Beast of Turin: The Fiat S76 Story

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By Ben Selby

In the years leading up to World War One, motor racing was very much in its infancy. The idea of helming one’s motorcar in original Grand Prix and city to city races of the day made heroes of the brave, and often very wealthy, people who drove those original racing cars to glory across Europe.

The quest soon began to squeeze as much power out of these internal combustion engines as possible. Prior to the invention of the Double Overhead Camshaft Engine by Swiss Engineer Ernest Henry, which allowed greater power from a smaller engine, many car makers stuck to the principal of who ever had the biggest engine would guarantee them the biggest power output.

No one took this to greater lengths than Fiat. Inspired by the success of the Blitzen Benz which had recently carried off the Land Speed Record, Fiat decided to build a car which would be the fastest and most powerful to beat the Germans in an event where all that mattered was top speed.

In 1911, they unveiled the S76, and it was quite simply the largest and most terrifying car ever to turn a wheel during that time. This was largely down to a couple of things. Firstly, it’s size. It was so intimidating to many drivers of the day they wouldn’t go near it, let alone get into it

The second, that engine. A 28.4 litre chain driven four-cylinder engine producing 290hp. No, that is not a misprint. This behemoth of an engine was basically the size of four big-block Chrysler 440 Magnum V8s in one car. The engine featured three spark plugs per cylinder, water cooling and ignition with low voltage magneto which was quite ahead of its time.

Mated to a four-speed manual gearbox, the S76 tipped the scales at 1700kg, making it the heaviest racing car by far. It wasn’t long before people started to call it “The Beast of Turin.” A name which it still carries today.

Fiat built two S76s, one for the speed record, the other for Russian Prince Boris Soukhanov. The Prince sent his “beast” to the famous banked Brookland’s circuit in Surrey, England to contest some local events there. It caused such a stir when it fired up, spitting flames from its exhaust and emitting a cacophony of noise that people, drivers and spectators alike, simply ran away. It is alleged that Italian driver Pietro Bordino did his best to drive fast on the banked circuit but found it so uncontrollable he refused to go faster than 90mph.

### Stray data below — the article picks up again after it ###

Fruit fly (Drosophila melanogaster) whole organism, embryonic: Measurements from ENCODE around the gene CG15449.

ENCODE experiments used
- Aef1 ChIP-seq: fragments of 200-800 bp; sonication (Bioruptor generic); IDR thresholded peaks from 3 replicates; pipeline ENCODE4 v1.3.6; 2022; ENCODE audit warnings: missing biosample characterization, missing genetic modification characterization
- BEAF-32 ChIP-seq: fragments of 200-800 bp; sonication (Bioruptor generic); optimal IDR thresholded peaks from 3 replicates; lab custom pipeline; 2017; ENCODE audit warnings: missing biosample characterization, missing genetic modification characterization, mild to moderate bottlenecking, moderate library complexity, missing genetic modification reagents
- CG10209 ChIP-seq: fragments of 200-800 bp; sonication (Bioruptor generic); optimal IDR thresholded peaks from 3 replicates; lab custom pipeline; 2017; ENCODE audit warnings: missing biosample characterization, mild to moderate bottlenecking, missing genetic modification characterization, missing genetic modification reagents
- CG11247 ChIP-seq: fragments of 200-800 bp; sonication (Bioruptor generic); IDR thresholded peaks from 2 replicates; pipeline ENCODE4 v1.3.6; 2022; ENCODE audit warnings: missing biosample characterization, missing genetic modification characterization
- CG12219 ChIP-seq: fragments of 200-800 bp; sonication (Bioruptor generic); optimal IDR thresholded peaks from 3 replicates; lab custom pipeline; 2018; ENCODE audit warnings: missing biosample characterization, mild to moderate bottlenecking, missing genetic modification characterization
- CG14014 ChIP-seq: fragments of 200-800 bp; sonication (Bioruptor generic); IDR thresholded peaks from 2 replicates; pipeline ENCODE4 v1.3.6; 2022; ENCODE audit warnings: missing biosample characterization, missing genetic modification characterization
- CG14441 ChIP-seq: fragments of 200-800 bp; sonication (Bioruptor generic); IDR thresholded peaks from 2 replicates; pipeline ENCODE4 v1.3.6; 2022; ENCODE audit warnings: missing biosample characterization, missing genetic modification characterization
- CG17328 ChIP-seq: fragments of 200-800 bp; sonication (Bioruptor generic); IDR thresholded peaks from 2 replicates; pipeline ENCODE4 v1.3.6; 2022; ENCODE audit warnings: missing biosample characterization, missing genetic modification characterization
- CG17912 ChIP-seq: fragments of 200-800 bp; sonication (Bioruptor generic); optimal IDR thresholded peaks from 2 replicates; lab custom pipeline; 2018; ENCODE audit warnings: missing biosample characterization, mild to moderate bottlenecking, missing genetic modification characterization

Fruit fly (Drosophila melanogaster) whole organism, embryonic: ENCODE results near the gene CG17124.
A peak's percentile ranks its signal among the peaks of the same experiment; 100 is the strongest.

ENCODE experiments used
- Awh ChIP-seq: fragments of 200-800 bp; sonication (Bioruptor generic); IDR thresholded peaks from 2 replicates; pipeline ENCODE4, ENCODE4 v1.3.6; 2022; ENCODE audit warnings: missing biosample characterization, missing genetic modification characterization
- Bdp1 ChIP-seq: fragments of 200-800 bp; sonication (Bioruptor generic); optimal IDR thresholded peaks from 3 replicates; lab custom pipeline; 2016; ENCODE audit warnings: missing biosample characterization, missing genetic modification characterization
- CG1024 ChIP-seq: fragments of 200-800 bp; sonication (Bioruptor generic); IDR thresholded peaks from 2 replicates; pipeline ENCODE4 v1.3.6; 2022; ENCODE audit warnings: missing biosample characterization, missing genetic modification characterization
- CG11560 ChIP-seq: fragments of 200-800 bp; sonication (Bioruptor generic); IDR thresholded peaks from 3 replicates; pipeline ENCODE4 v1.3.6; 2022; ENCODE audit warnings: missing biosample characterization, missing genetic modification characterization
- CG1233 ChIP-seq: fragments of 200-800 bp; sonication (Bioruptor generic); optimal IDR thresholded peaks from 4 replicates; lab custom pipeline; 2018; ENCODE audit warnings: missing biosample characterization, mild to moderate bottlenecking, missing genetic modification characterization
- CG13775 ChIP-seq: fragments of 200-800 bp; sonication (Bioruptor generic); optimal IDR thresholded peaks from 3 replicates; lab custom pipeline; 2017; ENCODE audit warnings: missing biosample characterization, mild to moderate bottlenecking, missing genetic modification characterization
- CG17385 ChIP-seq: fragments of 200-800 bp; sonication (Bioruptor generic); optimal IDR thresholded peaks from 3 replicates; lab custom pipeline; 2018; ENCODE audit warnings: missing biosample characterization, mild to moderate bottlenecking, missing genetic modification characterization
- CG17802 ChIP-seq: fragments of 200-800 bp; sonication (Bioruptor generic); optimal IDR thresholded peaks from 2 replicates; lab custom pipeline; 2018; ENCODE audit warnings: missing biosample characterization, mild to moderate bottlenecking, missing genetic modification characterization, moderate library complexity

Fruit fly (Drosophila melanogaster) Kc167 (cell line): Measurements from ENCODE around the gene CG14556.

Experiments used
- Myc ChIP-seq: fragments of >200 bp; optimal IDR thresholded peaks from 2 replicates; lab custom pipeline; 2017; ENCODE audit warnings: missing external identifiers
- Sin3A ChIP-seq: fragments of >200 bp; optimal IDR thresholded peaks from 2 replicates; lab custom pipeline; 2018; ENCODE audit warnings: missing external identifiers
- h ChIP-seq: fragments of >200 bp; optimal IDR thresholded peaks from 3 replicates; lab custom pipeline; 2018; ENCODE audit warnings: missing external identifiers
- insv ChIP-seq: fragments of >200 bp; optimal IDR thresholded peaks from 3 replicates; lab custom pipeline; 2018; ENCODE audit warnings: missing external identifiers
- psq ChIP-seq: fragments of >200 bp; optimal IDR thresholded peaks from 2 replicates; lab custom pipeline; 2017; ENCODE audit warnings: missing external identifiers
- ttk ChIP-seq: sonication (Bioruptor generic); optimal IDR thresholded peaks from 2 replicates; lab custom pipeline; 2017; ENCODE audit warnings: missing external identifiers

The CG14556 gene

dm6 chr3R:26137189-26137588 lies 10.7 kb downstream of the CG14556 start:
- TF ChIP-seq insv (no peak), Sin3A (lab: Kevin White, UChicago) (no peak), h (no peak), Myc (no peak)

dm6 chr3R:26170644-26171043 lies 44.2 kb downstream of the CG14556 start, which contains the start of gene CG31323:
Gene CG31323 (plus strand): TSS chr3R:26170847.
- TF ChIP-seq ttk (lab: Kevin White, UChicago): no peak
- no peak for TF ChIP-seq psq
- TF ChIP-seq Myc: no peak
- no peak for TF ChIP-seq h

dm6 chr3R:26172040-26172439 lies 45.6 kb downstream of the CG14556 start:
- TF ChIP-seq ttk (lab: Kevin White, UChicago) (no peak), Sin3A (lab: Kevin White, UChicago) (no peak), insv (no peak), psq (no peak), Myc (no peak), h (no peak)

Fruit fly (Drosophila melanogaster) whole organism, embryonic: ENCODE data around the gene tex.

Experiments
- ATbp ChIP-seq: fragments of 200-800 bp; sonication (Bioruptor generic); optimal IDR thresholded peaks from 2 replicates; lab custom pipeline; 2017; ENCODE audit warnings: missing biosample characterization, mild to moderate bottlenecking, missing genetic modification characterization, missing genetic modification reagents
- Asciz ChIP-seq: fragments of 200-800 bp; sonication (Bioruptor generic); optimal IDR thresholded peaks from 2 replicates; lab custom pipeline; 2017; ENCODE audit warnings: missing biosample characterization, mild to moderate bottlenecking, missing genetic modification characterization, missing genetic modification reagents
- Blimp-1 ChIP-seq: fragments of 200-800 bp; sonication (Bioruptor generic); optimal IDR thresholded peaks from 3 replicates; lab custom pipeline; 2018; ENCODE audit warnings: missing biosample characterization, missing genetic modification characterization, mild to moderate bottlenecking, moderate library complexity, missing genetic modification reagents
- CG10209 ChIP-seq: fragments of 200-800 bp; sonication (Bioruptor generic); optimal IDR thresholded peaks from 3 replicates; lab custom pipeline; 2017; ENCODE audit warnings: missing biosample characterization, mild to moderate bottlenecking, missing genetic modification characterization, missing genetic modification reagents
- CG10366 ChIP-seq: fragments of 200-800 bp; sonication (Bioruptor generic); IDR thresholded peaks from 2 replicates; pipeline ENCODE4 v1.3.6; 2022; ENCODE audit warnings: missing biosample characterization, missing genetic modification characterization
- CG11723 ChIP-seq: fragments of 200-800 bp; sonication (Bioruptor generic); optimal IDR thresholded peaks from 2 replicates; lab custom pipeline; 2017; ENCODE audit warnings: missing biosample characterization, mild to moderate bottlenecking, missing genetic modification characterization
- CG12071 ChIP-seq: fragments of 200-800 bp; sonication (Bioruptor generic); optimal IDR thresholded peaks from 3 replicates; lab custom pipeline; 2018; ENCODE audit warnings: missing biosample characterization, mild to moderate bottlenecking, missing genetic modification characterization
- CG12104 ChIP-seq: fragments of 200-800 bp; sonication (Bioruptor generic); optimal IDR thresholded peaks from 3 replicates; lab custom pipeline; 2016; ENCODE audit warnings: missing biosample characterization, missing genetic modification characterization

The Fiat S76 did contest the Land Speed Record in Belgium. Fiat signed up driver Arthur Duray to drive the car in the run. Duray, fully aware of the Beast’s reputation, plucked up the courage to ring its neck on the first speed run. He managed to achieve 132.2 mph which was astonishing for 1911.

While the record was never unofficially recognised to technical issues preventing the Fiat from doing a run in the opposite direction, which you need to do when setting a land speed record, the Fiat was still by rights the fastest car in the world.

The S76 never went faster thanks to world events. After World War One, Fiat took the beast apart and the chassis ended up in Australia. The new owner decided to take it racing and fitted the engine from a Stutz. Sadly, the car was severely damaged and became a looting fest for car enthusiast and other would-be racers. It would spend the next six decades as a neglected wreck.

However, the chassis was bought in 2003 by British driver and enthusiast Duncan Pittway. He saw an oppourtunity to bring the S76 back from the dead and thus began a lengthy restoration process. During the build, Pittway was able to source the original 28.4L engine. He was also able to build from scratch a new gearbox and drivetrain from the original Fiat design drawings. The car finally made its public debut at the 2015 Goodwood Festival of Speed.

The Fiat S76 has quickly become a fan favourite and since it hasn’t been running in over a century, Pittway is certainly making up for lost time by exhibiting the beast in regular events and car shows. The “Beast of Turin” legend lives on, though can you imagine what it must have been like in 1911. It wouldn’t come as surprise if children had nightmares after seeing this beast of a motorcar in action.

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